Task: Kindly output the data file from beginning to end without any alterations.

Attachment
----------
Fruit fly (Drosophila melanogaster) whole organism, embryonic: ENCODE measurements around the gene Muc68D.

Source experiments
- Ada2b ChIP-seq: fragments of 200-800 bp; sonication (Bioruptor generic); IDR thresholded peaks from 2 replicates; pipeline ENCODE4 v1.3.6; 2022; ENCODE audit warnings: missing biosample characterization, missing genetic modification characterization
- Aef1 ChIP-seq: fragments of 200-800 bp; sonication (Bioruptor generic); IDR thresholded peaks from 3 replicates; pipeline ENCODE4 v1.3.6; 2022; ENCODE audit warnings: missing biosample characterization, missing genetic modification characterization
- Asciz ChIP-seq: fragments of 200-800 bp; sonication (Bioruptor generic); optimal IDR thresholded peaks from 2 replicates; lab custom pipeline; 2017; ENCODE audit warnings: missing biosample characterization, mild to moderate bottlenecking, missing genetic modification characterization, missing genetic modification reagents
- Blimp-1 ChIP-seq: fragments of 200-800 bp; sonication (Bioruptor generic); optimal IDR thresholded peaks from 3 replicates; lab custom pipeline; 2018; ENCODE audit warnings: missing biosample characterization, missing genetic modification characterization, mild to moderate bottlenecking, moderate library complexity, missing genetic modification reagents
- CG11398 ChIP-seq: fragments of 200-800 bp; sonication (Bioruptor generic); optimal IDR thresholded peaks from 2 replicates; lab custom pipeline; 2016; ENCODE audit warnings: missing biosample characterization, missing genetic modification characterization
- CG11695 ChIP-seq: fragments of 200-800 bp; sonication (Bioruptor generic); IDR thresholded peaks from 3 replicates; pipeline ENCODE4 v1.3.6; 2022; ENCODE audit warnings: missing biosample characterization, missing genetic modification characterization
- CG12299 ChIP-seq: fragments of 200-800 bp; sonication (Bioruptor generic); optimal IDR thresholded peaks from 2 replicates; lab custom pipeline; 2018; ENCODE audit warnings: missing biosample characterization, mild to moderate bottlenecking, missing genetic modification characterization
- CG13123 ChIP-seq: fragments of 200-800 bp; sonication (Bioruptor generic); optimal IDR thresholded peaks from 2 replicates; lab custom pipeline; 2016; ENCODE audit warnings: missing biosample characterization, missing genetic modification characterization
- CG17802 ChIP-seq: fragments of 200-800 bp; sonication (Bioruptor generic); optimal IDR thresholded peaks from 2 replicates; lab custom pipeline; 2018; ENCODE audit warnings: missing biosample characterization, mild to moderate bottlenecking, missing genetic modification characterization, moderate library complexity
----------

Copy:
Fruit fly (Drosophila melanogaster) whole organism, embryonic: ENCODE measurements around the gene Muc68D.

Source experiments
- Ada2b ChIP-seq: fragments of 200-800 bp; sonication (Bioruptor generic); IDR thresholded peaks from 2 replicates; pipeline ENCODE4 v1.3.6; 2022; ENCODE audit warnings: missing biosample characterization, missing genetic modification characterization
- Aef1 ChIP-seq: fragments of 200-800 bp; sonication (Bioruptor generic); IDR thresholded peaks from 3 replicates; pipeline ENCODE4 v1.3.6; 2022; ENCODE audit warnings: missing biosample characterization, missing genetic modification characterization
- Asciz ChIP-seq: fragments of 200-800 bp; sonication (Bioruptor generic); optimal IDR thresholded peaks from 2 replicates; lab custom pipeline; 2017; ENCODE audit warnings: missing biosample characterization, mild to moderate bottlenecking, missing genetic modification characterization, missing genetic modification reagents
- Blimp-1 ChIP-seq: fragments of 200-800 bp; sonication (Bioruptor generic); optimal IDR thresholded peaks from 3 replicates; lab custom pipeline; 2018; ENCODE audit warnings: missing biosample characterization, missing genetic modification characterization, mild to moderate bottlenecking, moderate library complexity, missing genetic modification reagents
- CG11398 ChIP-seq: fragments of 200-800 bp; sonication (Bioruptor generic); optimal IDR thresholded peaks from 2 replicates; lab custom pipeline; 2016; ENCODE audit warnings: missing biosample characterization, missing genetic modification characterization
- CG11695 ChIP-seq: fragments of 200-800 bp; sonication (Bioruptor generic); IDR thresholded peaks from 3 replicates; pipeline ENCODE4 v1.3.6; 2022; ENCODE audit warnings: missing biosample characterization, missing genetic modification characterization
- CG12299 ChIP-seq: fragments of 200-800 bp; sonication (Bioruptor generic); optimal IDR thresholded peaks from 2 replicates; lab custom pipeline; 2018; ENCODE audit warnings: missing biosample characterization, mild to moderate bottlenecking, missing genetic modification characterization
- CG13123 ChIP-seq: fragments of 200-800 bp; sonication (Bioruptor generic); optimal IDR thresholded peaks from 2 replicates; lab custom pipeline; 2016; ENCODE audit warnings: missing biosample characterization, missing genetic modification characterization
- CG17802 ChIP-seq: fragments of 200-800 bp; sonication (Bioruptor generic); optimal IDR thresholded peaks from 2 replicates; lab custom pipeline; 2018; ENCODE audit warnings: missing biosample characterization, mild to moderate bottlenecking, missing genetic modification characterization, moderate library complexity